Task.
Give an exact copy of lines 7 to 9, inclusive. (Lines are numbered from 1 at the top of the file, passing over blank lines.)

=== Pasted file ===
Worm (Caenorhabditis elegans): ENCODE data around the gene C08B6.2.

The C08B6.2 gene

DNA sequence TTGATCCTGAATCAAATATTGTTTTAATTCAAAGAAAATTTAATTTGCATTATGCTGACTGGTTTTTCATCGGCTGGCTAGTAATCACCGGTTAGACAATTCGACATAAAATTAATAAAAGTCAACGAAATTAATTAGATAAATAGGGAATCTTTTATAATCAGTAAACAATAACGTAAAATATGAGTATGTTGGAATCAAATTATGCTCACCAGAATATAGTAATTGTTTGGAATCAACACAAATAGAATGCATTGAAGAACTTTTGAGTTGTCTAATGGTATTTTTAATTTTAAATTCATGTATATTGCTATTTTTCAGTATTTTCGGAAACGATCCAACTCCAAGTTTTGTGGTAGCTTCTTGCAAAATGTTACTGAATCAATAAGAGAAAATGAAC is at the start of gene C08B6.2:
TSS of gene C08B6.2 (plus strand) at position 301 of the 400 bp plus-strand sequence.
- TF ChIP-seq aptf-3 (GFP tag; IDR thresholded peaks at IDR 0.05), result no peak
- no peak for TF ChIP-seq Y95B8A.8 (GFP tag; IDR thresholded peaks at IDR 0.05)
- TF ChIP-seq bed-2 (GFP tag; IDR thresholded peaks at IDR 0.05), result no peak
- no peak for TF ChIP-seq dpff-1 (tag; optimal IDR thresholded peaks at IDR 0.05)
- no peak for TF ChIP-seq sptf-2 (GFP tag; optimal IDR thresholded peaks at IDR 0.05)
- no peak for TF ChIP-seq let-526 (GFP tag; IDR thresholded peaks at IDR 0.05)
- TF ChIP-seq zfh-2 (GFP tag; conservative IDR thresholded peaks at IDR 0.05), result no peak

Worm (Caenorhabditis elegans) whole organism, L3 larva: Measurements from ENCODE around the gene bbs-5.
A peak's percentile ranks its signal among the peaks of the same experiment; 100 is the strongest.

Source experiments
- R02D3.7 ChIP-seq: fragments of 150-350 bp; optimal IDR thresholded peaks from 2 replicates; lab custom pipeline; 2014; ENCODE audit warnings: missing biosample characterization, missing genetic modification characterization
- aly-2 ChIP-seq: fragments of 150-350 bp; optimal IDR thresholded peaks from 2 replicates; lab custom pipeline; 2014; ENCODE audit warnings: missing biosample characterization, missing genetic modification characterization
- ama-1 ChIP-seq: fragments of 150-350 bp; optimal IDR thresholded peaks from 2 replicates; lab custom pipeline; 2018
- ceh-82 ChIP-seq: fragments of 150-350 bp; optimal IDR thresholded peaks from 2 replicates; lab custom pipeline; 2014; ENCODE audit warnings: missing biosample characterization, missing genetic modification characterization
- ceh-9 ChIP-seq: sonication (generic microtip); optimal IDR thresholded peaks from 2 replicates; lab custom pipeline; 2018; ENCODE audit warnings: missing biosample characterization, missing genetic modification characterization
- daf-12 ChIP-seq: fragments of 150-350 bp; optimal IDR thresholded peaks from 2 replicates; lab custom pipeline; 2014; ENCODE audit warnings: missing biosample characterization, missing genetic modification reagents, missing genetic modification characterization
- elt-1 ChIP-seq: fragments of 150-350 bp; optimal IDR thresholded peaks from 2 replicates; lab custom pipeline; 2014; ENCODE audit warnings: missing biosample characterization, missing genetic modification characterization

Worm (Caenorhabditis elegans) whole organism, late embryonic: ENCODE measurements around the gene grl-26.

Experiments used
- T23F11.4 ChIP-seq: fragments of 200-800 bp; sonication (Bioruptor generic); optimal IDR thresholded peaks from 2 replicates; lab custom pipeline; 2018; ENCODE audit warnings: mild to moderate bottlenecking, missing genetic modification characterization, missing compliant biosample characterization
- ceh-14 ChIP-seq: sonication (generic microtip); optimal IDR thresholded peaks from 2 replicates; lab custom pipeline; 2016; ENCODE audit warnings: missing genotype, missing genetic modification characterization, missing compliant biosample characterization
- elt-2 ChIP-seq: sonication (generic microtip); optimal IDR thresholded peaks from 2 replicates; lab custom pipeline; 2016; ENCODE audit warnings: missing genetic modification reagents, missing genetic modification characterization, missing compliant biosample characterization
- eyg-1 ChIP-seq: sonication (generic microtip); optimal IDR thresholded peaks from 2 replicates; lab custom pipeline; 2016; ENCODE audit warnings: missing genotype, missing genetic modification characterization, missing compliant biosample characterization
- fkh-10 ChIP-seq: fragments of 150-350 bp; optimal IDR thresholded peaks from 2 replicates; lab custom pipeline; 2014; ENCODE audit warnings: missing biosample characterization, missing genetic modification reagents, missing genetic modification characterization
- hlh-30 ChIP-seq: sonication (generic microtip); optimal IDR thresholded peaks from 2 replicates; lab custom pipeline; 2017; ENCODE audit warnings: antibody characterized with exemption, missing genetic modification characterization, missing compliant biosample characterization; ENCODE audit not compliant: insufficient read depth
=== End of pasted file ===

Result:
- TF ChIP-seq bed-2 (GFP tag; IDR thresholded peaks at IDR 0.05), result no peak
- no peak for TF ChIP-seq dpff-1 (tag; optimal IDR thresholded peaks at IDR 0.05)
- no peak for TF ChIP-seq sptf-2 (GFP tag; optimal IDR thresholded peaks at IDR 0.05)